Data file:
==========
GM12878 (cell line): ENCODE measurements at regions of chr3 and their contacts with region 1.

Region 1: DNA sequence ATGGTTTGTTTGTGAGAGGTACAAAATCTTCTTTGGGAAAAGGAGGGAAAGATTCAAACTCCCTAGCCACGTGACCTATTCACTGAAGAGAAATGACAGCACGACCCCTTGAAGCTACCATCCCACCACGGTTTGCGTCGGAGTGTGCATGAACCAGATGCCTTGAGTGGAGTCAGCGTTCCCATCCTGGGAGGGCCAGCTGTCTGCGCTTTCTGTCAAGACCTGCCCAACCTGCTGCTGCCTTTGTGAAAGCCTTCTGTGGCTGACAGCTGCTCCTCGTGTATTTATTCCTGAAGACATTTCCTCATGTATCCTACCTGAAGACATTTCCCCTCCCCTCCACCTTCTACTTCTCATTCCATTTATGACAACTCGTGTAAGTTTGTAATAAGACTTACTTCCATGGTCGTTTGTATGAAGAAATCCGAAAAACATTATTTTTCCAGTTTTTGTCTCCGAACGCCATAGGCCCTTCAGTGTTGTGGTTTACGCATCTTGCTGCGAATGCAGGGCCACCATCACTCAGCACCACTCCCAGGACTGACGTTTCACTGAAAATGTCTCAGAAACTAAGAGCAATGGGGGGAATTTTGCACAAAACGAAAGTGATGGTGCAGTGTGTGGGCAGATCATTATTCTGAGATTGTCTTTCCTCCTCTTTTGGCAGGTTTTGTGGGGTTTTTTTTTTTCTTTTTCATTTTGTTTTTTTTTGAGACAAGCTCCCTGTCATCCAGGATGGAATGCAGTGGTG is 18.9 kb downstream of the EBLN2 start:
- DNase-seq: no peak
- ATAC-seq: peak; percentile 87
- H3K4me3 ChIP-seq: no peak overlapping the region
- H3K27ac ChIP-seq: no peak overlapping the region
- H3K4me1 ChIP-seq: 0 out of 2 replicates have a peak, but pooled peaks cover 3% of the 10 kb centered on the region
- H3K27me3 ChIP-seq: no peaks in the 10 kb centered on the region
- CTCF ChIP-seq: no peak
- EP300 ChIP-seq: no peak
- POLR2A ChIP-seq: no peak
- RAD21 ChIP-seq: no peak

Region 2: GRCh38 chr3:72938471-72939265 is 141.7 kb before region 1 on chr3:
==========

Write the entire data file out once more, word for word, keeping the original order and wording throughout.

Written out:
GM12878 (cell line): ENCODE measurements at regions of chr3 and their contacts with region 1.

Region 1: DNA sequence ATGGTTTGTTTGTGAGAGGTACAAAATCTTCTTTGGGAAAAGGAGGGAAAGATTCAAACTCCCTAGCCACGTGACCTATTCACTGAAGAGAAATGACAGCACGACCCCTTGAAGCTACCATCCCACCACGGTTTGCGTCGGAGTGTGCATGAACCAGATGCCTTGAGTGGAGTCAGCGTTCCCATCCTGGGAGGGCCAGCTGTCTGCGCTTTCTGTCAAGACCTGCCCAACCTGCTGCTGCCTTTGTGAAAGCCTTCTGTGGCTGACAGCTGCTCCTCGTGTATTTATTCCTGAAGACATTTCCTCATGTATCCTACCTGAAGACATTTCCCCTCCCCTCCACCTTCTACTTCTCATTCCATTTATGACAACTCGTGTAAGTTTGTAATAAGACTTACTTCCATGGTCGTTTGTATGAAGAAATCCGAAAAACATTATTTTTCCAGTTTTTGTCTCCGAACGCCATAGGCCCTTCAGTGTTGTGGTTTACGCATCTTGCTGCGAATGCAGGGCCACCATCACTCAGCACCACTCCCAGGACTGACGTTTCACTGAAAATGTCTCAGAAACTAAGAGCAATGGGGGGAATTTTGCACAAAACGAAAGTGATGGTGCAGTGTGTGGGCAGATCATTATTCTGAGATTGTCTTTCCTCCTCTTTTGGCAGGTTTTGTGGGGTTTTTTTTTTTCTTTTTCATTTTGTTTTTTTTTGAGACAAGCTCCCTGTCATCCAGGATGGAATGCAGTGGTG is 18.9 kb downstream of the EBLN2 start:
- DNase-seq: no peak
- ATAC-seq: peak; percentile 87
- H3K4me3 ChIP-seq: no peak overlapping the region
- H3K27ac ChIP-seq: no peak overlapping the region
- H3K4me1 ChIP-seq: 0 out of 2 replicates have a peak, but pooled peaks cover 3% of the 10 kb centered on the region
- H3K27me3 ChIP-seq: no peaks in the 10 kb centered on the region
- CTCF ChIP-seq: no peak
- EP300 ChIP-seq: no peak
- POLR2A ChIP-seq: no peak
- RAD21 ChIP-seq: no peak

Region 2: GRCh38 chr3:72938471-72939265 is 141.7 kb before region 1 on chr3: